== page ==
Another Rain Surplus for the Midwest: June 2017
June 2017 came in as another wet month for the Midwest. The typical hot and stifling weather that the central United States can often see in June was held in check for at least another month, though bouts of it were felt throughout the period. This was thanks, partially, to the ample rainfall activity, which found its way into the record books quite a few times.
June 2017: Ups, Downs, & Severe Weather
Despite being the first month of meteorological summer, June was very much a roller coaster across the East Coast. A cold front leftover from May meandered through the Northeast, allowing unseasonably cool air to dominate the first week of the month. It felt crisp at times as high temperatures were stuck in the 50s and 60s (70s in the Mid-Atlantic). However, this did not come without a bout of rain as it wasn’t too long before a stationary front on the 4th brought several disturbances, resulting in up to 1” of rain across New England over the next few days.
Weather and the Air We Breathe
Before we walk outside, most of us tend to be fairly cognizant of whether we need to bring a jacket to work or if we can get away with shorts for just one more day, but what we usually fail to acknowledge is the type of air quality that we may encounter just beyond our doorstep. Most of us don’t realize that a hot summer day may not only require some extra fluids and a few breaks from the scorching heat, but we may also need to take the time to remove ourselves from the outside environment.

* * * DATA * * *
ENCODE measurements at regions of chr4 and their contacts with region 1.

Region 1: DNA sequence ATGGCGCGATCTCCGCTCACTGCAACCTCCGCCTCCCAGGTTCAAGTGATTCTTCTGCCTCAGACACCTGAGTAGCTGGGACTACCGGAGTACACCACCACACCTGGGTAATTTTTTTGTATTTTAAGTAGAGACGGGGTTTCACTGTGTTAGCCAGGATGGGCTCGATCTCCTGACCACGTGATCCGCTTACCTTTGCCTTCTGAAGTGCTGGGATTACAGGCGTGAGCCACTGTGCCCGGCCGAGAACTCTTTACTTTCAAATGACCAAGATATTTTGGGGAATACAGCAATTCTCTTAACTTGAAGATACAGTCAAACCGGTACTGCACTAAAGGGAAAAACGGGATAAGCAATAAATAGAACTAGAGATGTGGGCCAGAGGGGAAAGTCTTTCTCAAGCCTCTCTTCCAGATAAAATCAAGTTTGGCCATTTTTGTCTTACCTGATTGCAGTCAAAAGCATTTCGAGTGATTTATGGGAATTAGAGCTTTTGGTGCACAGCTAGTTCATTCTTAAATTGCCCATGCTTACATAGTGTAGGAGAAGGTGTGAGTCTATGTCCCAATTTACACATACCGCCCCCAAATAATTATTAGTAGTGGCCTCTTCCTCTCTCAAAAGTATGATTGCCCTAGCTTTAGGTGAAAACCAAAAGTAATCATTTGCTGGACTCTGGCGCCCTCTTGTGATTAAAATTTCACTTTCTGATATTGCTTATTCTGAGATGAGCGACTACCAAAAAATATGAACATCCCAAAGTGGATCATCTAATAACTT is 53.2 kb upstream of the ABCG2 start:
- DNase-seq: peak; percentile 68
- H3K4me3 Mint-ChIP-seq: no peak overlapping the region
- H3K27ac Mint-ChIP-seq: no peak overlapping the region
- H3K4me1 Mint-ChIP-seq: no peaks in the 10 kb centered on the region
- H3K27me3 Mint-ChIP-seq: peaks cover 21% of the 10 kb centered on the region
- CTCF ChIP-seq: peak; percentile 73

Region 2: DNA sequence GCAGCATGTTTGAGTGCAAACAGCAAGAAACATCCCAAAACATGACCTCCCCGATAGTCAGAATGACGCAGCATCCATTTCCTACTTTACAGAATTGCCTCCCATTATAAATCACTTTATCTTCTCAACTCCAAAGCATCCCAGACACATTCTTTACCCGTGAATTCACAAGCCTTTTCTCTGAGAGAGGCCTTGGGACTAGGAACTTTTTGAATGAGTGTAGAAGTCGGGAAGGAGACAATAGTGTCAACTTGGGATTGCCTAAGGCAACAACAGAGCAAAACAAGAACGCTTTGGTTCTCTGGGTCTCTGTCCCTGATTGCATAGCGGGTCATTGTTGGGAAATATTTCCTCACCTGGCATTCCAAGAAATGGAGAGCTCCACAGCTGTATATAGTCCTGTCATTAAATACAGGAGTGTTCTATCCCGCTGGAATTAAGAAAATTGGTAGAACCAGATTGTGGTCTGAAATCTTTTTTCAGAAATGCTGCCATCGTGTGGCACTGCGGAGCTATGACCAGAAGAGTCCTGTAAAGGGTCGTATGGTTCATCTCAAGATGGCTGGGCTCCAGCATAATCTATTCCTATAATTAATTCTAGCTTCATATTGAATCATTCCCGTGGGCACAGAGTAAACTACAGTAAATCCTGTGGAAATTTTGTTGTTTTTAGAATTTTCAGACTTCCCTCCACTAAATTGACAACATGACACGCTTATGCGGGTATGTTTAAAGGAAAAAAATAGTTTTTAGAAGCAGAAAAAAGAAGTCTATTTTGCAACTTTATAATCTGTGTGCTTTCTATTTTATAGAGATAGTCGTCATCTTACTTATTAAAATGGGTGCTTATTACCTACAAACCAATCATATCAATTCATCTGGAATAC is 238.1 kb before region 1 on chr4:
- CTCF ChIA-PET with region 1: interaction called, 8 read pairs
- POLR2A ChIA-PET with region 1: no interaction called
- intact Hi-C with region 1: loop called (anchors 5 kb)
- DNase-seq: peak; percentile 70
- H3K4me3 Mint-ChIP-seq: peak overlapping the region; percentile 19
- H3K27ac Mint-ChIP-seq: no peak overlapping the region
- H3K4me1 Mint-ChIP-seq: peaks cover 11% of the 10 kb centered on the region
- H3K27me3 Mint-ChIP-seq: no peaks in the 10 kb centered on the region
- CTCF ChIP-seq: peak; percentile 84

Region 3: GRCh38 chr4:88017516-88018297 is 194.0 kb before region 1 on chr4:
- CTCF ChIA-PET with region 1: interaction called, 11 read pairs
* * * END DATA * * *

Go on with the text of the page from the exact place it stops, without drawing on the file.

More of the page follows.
A Cool and Active Month of May
The ups and downs continued into the month of May, which followed a relatively cool March and another warmer than average month in April. May came in back on the downswing, and not only turned out on the cooler-than-average side, but was also fairly active in terms of rain and severe weather.
Warm and Cold Fronts
If you are a regular viewer of weather broadcasts, you’ve probably heard from the TV meteorologist: “overcast conditions are expected as a warm front approaches from the south.” Or: “showers and thunderstorms will occur today as a cold front slides through the region.” Usually, when a front approaches, cloudy skies along with precipitation are associated with it. But what makes these weather fronts tick?
I Wish I had This as a Former Landscaper
It was sometime in June 2007, I (Mike Mihalik) was a crew leader for a landscaping company in eastern Pennsylvania. I was riding my Exmark Lazer Z (which I preferred, hopefully Exmark appreciates my plug...LOL) mowing a large multiple warehouse account. Dark clouds were building in the distance and I began becoming concerned about finishing my job and if my crew was safe from lightning. Of course I had a meteorology degree, but I wasn't following the weather pattern closely at the time. If only I could call someone to get a briefing on the current weather situation...
April 2017: Snow to Summer-Like Heat
For those who did not enjoy the cold spells that March brought, April provided some relief as warmer weather made a comeback. Wintry weather from the end of March did spill into the beginning of the month, however, but this was the last major winter storm to affect the Northeast. And while New England dealt with snow, sleet, and freezing rain, the rest of the region experienced mostly rain. In the end, April ended up 3 – 6 degrees above normal with quite a few warm-ups, especially during the second and third week.
A Warm and Rain-Soaked April
The run of well-above normal average temperatures was slowed in March courtesy of more frequent cold spells and even the re-emergence of snow. Once again, however, this was fairly short lived, as the warmer pattern roared back for the meteorological spring’s second month, April. In terms of the old adage “April showers bring May flowers,” there was certainly plenty of rain to go around in what turned out to be an active month as well.